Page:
Roth IRAs then have the benefit that all qualified distributions are not taxed as income. Also, all non-inherited Roth accounts are not subject to required minimum distributions.
IRA contribution limits cap the amount you can contribute in one year. This limit is shared with traditional IRAs. If you are over certain AGI limits, you are no longer allowed to contribute to a Roth IRA. Instead, you perform a backdoor Roth by making a nondeductible contribution to a traditional IRA and then converting this amount to Roth. Keep in mind you only get the full benefit of a backdoor Roth when you have no other traditional IRA assets.
Roth IRA or Contributory Roth IRA
These are two titles for the same type of account. This is the standard, plain-vanilla type of post-tax IRA. It has all the standard rules and no extras.
Custodial Roth IRA
A custodial IRA is simply a Roth IRA which is owned by a minor and managed by a custodian (like a guardian, except for a minor’s assets). These IRAs remain custodial accounts until the minor reaches the age of majority, which is typically 18. At that point, they become regular Roth IRAs. They have the same rules as the standard Roth IRA.
Roth Conversion IRA
This is an IRA where the source of the assets are from a traditional IRA and rolled over to Roth via a Roth conversion. Roth Conversion IRAs are treated as identical to Roth IRAs by the IRS. And now, after 2018’s repeal of Roth recharacterizations, they are identical account types.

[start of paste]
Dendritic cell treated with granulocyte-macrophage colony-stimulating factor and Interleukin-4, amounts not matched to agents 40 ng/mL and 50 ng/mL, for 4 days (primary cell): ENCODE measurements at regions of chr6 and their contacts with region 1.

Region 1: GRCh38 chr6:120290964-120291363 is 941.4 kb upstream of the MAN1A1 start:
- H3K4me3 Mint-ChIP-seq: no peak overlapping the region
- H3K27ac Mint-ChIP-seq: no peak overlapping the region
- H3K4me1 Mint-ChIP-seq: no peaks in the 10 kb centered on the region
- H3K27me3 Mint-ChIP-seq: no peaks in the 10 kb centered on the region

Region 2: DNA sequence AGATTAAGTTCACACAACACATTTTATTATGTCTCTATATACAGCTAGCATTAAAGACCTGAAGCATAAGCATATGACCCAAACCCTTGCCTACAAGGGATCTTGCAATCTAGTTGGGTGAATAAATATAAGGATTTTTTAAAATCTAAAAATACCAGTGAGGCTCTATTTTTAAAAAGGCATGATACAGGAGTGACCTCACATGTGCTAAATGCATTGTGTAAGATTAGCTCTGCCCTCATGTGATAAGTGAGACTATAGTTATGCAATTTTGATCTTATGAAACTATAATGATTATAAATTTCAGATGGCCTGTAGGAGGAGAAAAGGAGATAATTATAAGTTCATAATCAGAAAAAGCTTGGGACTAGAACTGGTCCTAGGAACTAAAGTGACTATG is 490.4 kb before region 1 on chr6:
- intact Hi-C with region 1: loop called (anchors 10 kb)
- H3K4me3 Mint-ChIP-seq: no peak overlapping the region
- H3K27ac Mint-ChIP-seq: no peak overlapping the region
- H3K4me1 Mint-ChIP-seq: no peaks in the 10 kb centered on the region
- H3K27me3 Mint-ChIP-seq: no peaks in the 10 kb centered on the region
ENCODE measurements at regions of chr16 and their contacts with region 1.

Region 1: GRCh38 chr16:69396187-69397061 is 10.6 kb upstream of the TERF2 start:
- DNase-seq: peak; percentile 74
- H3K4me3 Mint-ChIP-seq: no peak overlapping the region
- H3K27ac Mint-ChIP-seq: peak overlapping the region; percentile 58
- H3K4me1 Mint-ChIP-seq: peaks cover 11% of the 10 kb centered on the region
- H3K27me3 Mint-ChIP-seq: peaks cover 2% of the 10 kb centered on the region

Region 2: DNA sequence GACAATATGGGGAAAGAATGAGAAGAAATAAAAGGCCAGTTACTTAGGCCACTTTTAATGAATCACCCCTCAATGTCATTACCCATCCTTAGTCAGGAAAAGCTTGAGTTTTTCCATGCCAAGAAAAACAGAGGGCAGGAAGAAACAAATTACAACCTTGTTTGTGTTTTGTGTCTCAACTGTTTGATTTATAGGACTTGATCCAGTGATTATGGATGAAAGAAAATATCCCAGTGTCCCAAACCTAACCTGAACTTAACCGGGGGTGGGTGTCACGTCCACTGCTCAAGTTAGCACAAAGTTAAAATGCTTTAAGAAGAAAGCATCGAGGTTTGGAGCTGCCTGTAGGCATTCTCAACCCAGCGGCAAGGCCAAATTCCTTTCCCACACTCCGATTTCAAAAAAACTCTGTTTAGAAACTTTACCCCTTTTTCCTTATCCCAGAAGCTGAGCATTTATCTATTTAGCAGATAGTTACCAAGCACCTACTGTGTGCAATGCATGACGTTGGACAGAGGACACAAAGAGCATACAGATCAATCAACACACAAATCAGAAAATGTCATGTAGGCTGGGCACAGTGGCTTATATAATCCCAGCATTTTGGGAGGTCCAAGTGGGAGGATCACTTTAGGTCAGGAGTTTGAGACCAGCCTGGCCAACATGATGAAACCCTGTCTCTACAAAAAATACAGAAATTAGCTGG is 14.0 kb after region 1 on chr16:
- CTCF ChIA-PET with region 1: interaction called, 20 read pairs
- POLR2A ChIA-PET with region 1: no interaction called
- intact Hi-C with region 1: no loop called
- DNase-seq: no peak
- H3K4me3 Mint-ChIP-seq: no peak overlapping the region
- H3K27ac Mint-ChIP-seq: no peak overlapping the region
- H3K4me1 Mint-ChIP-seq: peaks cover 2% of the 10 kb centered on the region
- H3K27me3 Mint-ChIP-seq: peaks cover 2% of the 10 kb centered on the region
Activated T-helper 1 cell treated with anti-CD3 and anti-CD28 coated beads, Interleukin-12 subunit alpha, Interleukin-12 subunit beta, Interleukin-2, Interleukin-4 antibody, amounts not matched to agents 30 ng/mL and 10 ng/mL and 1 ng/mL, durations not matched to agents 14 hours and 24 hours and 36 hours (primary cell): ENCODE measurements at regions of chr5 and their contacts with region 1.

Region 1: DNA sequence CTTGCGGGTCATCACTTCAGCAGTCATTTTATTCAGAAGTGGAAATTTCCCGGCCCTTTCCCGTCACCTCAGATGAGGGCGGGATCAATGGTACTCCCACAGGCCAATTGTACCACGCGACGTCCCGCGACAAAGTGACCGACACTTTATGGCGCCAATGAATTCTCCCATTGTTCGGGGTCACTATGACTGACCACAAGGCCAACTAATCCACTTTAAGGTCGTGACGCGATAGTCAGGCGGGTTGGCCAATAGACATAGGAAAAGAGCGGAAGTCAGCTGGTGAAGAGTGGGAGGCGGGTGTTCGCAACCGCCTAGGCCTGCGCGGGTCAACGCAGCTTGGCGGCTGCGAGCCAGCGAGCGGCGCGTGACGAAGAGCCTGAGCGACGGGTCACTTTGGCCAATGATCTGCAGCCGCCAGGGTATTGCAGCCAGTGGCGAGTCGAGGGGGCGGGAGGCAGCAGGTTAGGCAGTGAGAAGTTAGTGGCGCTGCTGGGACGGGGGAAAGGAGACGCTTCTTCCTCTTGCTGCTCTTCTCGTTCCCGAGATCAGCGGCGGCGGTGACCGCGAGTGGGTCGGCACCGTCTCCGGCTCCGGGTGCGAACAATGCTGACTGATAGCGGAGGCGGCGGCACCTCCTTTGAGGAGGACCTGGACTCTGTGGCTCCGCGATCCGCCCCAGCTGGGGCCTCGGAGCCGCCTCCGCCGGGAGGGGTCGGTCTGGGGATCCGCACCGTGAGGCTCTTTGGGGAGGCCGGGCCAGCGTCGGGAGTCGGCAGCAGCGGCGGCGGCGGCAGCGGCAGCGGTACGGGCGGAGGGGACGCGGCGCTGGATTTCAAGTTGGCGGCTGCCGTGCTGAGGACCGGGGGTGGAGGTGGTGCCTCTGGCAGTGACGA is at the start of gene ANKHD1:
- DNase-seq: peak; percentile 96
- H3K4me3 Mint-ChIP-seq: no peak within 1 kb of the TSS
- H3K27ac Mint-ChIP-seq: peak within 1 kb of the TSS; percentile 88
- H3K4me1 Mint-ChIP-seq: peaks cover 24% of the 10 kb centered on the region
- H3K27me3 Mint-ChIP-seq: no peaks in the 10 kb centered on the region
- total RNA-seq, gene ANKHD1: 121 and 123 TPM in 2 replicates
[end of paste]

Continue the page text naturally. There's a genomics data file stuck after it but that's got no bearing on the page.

Inherited Roth IRA
An inherited IRA holds post-tax assets where the original owner is now deceased. Inherited Roth IRAs, like inherited traditional IRAs, do not allow contributions.
Inherited Roth IRAs are also subject to inherited RMD rules. Luckily, these Roth RMDs are still post-tax distributions and thus not taxed.
You cannot rollover an inherited Roth IRA into any other type of account. All you can do with an inherited IRA is take distributions, either your required minimum distributions or more than that.
Employer Sponsored Retirement Accounts
401(k) plans are retirement accounts offered by your employer. They are governed by their own plan contracts, which means that the specific rules vary from plan to plan.
Contributions utilize the Employee Elective Deferral contribution limit, which is higher than the regular IRA limits. Depending on the plan options, you may be able to contribute either to a traditional pre-tax side of the plan or a post-tax Roth side of the plan. These are called “employee deferrals” and “employee Roth deferrals” respectively.
The plan may also include an employer match or a profit-sharing portion into which your employer can contribute additional pre-tax assets.
401(k) plans are subject to Required Minimum Distribution (RMD) rules, but you must be older than the RMD required beginning date and either have terminated employment with the sponsoring employer or are more than a 5% owner of the company to be required to begin those distributions.